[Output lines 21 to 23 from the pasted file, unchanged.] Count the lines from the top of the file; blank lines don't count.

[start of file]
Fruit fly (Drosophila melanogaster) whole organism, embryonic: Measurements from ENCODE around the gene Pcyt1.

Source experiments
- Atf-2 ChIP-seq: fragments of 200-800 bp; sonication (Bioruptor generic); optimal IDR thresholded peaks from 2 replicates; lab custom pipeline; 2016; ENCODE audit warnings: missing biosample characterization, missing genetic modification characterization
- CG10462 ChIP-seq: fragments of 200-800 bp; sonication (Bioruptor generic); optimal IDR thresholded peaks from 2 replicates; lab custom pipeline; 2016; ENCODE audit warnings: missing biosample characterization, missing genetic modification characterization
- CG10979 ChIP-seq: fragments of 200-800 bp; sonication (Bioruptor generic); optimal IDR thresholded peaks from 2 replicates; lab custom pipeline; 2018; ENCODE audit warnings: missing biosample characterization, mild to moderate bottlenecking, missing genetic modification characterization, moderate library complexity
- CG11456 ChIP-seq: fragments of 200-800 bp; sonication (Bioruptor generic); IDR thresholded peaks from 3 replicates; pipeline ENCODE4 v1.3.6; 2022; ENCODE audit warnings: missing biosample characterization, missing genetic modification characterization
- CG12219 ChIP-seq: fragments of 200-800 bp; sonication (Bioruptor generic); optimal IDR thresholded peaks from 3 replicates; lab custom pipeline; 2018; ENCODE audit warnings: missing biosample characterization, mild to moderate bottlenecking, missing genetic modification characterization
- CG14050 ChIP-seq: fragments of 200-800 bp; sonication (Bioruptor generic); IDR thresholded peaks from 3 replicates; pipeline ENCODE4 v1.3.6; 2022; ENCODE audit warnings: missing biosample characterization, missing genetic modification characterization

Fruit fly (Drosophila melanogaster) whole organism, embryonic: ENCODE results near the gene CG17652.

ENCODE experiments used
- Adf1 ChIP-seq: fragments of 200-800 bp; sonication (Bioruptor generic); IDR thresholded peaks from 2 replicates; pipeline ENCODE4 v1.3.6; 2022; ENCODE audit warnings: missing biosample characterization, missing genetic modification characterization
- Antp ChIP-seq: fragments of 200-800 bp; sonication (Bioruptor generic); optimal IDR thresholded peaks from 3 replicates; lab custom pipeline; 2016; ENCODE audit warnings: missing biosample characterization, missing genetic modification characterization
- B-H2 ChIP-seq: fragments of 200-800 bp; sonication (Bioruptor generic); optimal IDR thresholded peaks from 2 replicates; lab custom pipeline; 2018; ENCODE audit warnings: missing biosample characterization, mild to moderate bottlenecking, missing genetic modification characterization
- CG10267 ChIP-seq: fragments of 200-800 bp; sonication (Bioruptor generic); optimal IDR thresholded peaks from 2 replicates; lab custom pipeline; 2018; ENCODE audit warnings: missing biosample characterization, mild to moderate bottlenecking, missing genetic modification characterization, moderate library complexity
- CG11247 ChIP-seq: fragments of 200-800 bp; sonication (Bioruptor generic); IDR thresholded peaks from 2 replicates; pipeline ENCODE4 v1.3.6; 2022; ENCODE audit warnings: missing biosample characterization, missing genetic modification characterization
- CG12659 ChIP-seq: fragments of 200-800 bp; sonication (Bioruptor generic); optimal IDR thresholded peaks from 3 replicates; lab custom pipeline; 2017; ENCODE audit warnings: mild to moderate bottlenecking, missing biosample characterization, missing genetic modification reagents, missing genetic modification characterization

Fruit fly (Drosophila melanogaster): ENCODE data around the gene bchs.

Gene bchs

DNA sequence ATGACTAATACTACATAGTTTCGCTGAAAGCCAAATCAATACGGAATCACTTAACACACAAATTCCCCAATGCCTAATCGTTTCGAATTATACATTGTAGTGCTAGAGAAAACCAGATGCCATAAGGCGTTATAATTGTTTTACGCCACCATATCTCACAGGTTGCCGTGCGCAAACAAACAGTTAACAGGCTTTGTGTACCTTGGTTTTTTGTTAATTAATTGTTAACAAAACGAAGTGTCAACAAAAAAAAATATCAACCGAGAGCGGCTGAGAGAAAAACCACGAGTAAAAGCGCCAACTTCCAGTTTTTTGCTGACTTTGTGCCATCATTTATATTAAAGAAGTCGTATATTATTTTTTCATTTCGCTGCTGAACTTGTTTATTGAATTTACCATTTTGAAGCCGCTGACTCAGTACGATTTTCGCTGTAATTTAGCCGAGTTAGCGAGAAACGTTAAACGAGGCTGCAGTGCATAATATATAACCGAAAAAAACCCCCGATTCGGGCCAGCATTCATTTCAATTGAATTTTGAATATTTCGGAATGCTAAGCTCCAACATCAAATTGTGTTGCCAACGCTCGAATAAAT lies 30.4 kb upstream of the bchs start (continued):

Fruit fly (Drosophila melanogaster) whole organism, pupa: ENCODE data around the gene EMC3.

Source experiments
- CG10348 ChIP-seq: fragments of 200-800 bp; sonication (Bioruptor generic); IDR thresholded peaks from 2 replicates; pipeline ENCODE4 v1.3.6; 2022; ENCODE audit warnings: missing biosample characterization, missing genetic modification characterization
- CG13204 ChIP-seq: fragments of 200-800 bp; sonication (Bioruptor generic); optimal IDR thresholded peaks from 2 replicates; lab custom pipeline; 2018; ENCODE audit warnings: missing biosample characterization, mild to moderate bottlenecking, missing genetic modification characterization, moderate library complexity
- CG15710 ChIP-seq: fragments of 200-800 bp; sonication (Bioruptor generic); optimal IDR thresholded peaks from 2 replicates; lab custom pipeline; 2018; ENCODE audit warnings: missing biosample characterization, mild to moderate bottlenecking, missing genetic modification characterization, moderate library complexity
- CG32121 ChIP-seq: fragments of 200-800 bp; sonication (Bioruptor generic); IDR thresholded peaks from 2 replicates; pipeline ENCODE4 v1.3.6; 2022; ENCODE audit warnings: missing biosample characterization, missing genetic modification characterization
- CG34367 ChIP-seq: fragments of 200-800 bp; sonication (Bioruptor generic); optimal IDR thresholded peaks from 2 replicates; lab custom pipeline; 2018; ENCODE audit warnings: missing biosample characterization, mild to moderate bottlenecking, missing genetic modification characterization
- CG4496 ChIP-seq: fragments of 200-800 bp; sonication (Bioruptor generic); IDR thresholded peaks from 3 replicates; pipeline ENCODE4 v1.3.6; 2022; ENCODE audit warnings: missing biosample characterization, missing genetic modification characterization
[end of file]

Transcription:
Source experiments
- CG10348 ChIP-seq: fragments of 200-800 bp; sonication (Bioruptor generic); IDR thresholded peaks from 2 replicates; pipeline ENCODE4 v1.3.6; 2022; ENCODE audit warnings: missing biosample characterization, missing genetic modification characterization
- CG13204 ChIP-seq: fragments of 200-800 bp; sonication (Bioruptor generic); optimal IDR thresholded peaks from 2 replicates; lab custom pipeline; 2018; ENCODE audit warnings: missing biosample characterization, mild to moderate bottlenecking, missing genetic modification characterization, moderate library complexity